• 14th May 18, 9:29 PM
    • #6
    • 14th May 18, 9:29 PM
    I forsee that car park signs will have to be rapidly re written to now state that by parking there , they can pass your info onto scum
    Originally posted by twhitehousescat
    Would that work when GDPR states that OPT-IN must
    be agreed...... a sign add-on would not cover that
    RBS - MNBA - CAPITAL ONE - LLOYDS

    DISGUSTING BEHAVIOUR
    • twhitehousescat
    • By twhitehousescat 14th May 18, 10:02 PM
    • 1,550 Posts
    • 2,031 Thanks
    twhitehousescat
    • #7
    • 14th May 18, 10:02 PM
    • #7
    • 14th May 18, 10:02 PM
    no dout the parking Cos will amend there NTK with a line that says if you want to appeal then you opt in
    Time pretending I was asleep whilst under his desk , has given me insight to this sordid world
    • beamerguy
    • By beamerguy 14th May 18, 10:08 PM
    • 7,793 Posts
    • 10,370 Thanks
    beamerguy
    • #8
    • 14th May 18, 10:08 PM
    • #8
    • 14th May 18, 10:08 PM
    no dout the parking Cos will amend there NTK with a line that says if you want to appeal then you opt in
    Originally posted by twhitehousescat
    Now, that will be fun
    RBS - MNBA - CAPITAL ONE - LLOYDS

    DISGUSTING BEHAVIOUR
    • twhitehousescat
    • By twhitehousescat 14th May 18, 10:15 PM
    • 1,550 Posts
    • 2,031 Thanks
    twhitehousescat
    • #9
    • 14th May 18, 10:15 PM
    • #9
    • 14th May 18, 10:15 PM
    sign here or dont do independent appeal , how else can they state there story to bill and ben or muppet and Co
    Time pretending I was asleep whilst under his desk , has given me insight to this sordid world
    • beamerguy
    • By beamerguy 14th May 18, 10:28 PM
    • 7,793 Posts
    • 10,370 Thanks
    beamerguy
    sign here or dont do independent appeal , how else can they state there story to bill and ben or muppet and Co
    Originally posted by twhitehousescat
    In their dreams
    RBS - MNBA - CAPITAL ONE - LLOYDS

    DISGUSTING BEHAVIOUR
    • Johnersh
    • By Johnersh 14th May 18, 10:31 PM
    • 1,105 Posts
    • 2,127 Thanks
    Johnersh
    I understand what you say
    I'm not sure you do

    There is no requirement under the GDPR to have an opt in process. You can process data without having any such process and without falling foul of the regulations.

    Many direct marketing companies are adopting a double opt-in to avoid the risks if substantial fines. In practice there may not be huge differences - you contract with a parking company that uses your data in association with its business. The thing is, lots of businesses are interpreting the exact requirements differently.

    The correspondence with addresses that are years out of date ought to cease though
    "The best advice I ever got was that knowledge is power and to keep reading."
    DISCLAIMER: I post thoughts as & when they occur. I don't advise. You are your own person and decision-maker. I'm unlikely to respond to DMs seeking personal advice. It's ill-advised & you lose the benefit of a group "take" on events.
    • beamerguy
    • By beamerguy 14th May 18, 11:05 PM
    • 7,793 Posts
    • 10,370 Thanks
    beamerguy
    I'm not sure you do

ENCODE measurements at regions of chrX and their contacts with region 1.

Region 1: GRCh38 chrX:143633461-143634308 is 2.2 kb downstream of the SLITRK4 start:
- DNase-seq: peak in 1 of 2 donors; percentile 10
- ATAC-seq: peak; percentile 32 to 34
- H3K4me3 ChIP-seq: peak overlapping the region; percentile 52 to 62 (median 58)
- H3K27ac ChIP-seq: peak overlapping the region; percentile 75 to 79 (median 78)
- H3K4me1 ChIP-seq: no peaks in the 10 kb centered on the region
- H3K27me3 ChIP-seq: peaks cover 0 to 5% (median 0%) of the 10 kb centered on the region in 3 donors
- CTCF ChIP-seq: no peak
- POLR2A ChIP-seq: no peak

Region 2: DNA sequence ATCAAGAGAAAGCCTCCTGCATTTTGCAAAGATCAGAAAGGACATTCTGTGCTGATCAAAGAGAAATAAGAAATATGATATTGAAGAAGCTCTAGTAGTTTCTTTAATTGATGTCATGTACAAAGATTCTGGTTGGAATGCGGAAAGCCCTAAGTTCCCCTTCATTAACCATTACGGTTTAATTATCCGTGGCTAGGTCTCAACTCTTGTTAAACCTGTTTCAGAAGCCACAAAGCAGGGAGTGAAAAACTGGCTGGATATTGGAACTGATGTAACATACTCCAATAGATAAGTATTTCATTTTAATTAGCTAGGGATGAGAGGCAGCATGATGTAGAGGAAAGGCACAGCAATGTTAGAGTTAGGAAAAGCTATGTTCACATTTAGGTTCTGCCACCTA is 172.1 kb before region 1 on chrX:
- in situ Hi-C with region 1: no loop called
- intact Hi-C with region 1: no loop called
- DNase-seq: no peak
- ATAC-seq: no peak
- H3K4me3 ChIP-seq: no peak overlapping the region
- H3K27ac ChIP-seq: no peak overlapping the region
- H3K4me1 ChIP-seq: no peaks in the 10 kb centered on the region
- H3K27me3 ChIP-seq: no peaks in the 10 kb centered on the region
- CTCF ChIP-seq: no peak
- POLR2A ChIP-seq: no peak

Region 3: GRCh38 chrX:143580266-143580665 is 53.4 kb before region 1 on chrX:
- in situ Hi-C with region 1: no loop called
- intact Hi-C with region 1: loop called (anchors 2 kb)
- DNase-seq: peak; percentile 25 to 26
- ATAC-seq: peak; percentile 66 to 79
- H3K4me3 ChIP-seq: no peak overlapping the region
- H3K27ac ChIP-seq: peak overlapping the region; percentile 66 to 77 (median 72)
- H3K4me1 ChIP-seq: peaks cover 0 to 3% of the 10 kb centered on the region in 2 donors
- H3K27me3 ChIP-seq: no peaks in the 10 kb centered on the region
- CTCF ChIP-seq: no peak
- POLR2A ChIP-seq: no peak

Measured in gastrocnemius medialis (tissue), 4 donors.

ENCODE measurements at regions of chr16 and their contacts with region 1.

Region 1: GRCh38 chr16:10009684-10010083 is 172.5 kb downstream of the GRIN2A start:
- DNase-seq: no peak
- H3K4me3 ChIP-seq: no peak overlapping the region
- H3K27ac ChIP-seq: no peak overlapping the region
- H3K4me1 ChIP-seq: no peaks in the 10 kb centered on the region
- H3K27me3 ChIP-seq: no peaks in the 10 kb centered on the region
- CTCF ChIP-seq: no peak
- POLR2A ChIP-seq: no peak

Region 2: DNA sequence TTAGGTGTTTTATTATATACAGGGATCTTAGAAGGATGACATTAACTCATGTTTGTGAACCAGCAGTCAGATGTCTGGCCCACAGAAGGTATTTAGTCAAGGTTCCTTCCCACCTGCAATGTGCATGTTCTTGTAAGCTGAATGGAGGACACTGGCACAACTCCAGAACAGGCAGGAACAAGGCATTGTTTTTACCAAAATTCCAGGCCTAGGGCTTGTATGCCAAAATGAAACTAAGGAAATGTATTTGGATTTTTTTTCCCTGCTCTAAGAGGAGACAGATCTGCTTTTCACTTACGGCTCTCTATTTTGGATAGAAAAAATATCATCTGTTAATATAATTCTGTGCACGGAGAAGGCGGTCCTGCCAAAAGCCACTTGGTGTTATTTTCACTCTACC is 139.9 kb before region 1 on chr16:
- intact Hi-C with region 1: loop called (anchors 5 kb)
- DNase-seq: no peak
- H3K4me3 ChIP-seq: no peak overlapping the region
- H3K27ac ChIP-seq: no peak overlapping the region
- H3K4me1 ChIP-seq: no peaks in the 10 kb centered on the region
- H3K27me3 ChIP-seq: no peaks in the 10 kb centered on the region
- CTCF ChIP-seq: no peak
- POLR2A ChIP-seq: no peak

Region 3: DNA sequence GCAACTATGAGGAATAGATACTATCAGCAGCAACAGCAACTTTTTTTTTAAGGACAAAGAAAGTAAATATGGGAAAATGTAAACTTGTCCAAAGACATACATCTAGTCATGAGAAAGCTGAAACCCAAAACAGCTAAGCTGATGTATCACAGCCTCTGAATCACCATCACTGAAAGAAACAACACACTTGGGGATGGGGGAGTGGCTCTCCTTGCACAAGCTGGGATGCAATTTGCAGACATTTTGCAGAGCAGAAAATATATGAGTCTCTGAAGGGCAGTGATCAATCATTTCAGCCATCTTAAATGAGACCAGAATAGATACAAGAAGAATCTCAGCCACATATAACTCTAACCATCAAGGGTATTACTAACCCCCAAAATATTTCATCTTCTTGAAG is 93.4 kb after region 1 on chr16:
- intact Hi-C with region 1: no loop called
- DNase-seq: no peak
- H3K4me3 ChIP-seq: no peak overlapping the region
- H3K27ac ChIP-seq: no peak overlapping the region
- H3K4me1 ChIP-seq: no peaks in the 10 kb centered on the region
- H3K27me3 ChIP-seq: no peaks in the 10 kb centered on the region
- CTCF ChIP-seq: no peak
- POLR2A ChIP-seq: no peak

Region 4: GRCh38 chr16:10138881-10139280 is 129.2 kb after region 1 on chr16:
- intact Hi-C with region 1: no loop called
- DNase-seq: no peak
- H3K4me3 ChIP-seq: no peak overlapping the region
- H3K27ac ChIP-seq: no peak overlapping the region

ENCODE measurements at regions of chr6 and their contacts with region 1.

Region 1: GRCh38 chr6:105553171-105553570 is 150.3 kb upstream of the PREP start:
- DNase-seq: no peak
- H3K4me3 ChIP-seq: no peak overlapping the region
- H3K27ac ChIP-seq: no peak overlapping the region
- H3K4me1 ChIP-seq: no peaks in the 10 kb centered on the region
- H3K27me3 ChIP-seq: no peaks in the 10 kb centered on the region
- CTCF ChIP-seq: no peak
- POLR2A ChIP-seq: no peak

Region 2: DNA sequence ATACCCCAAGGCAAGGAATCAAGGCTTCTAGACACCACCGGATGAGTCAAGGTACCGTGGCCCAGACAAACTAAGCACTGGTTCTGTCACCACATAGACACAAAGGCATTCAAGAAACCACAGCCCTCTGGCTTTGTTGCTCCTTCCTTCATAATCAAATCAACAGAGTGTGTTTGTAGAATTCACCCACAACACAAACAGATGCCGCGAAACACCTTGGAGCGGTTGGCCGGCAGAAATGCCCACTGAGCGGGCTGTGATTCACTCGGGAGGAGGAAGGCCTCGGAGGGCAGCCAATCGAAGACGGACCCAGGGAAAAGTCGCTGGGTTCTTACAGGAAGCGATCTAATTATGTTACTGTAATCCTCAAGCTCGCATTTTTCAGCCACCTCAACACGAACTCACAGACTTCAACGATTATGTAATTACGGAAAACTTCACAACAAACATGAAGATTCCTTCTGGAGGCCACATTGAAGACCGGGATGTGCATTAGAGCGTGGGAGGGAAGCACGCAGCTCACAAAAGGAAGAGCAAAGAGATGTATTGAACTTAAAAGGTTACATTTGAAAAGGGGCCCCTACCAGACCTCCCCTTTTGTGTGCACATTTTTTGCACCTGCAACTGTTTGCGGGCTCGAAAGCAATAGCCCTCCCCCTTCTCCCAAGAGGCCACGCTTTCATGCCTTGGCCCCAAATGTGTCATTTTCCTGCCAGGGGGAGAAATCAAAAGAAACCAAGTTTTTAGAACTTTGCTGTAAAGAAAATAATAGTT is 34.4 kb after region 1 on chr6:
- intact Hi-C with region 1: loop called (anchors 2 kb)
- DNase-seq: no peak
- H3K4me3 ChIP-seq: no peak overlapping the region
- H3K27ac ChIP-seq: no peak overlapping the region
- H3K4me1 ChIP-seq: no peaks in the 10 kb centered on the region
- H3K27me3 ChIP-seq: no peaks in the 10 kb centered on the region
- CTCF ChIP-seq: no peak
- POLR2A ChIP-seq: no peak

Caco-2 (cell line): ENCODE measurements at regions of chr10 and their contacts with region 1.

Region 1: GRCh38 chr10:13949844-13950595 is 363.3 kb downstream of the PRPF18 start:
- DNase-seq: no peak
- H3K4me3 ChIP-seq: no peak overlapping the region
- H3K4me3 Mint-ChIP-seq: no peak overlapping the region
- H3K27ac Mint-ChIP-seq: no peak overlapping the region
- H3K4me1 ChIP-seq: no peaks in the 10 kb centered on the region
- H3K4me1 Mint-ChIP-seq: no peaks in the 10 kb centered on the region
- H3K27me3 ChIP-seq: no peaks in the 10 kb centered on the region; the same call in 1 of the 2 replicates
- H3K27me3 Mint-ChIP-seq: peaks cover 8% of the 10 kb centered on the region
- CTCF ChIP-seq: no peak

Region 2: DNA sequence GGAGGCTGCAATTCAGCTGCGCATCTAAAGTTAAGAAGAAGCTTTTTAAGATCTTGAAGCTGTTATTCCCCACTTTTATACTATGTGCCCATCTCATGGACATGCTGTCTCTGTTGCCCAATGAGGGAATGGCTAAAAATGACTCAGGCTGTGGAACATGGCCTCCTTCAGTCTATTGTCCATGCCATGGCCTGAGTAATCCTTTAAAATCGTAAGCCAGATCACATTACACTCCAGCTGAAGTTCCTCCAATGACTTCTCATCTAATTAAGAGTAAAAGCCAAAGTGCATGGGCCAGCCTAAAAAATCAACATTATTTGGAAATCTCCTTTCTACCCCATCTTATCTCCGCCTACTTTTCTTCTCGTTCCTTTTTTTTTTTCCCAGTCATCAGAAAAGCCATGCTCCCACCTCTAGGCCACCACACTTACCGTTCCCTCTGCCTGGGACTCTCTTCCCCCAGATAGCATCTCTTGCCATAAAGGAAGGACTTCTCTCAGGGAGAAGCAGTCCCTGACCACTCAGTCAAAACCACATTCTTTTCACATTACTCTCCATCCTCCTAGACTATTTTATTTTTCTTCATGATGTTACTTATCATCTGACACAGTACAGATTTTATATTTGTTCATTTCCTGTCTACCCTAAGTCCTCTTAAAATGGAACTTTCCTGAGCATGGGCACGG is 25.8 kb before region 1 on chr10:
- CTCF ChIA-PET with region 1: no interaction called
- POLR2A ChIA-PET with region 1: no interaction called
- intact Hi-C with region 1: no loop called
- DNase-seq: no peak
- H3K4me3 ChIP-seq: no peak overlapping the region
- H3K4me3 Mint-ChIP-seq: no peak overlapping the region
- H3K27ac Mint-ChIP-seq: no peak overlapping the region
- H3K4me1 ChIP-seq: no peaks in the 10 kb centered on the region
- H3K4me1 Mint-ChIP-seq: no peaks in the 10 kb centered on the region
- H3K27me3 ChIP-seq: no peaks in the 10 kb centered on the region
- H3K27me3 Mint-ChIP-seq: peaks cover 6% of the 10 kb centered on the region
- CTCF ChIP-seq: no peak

There is no requirement under the GDPR to have an opt in process. You can process data without having any such process and without falling foul of the regulations.

    Many direct marketing companies are adopting a double opt-in to avoid the risks if substantial fines. In practice there may not be huge differences - you contract with a parking company that uses your data in association with its business. The thing is, lots of businesses are interpreting the exact requirements differently.

    The correspondence with addresses that are years out of date ought to cease though
    Originally posted by Johnersh
    OK, I am not trying to argue with you but the first letter
    I received was from BMW who stressed that to receive
    information etc and third party information, I need to
    OPT-IN

    Are BMW not interpreting GDPR correctly ??
    RBS - MNBA - CAPITAL ONE - LLOYDS

    DISGUSTING BEHAVIOUR
    • Johnersh
    • By Johnersh 14th May 18, 11:26 PM
    • 1,105 Posts
    • 2,127 Thanks
    Johnersh
    An over abundance of caution. But also marketing mailshots are prone to being misused or not kept up to speed as well as they might be.

    BMW are on a double opt in. I've had a call and an email (lucky me). In contrast, my client database includes an opt out (similar to requirements anyway) but no new opt in.

    This isn't unhelpful, if you have the time:
    https://www.signupto.com/news/digital-marketing/gdpr-double-opt-in-and-re-consent/
    "The best advice I ever got was that knowledge is power and to keep reading."
    DISCLAIMER: I post thoughts as & when they occur. I don't advise. You are your own person and decision-maker. I'm unlikely to respond to DMs seeking personal advice. It's ill-advised & you lose the benefit of a group "take" on events.
    • beamerguy
    • By beamerguy 15th May 18, 12:41 PM
    • 7,793 Posts
    • 10,370 Thanks
    beamerguy
    An over abundance of caution. But also marketing mailshots are prone to being misused or not kept up to speed as well as they might be.

    BMW are on a double opt in. I've had a call and an email (lucky me). In contrast, my client database includes an opt out (similar to requirements anyway) but no new opt in.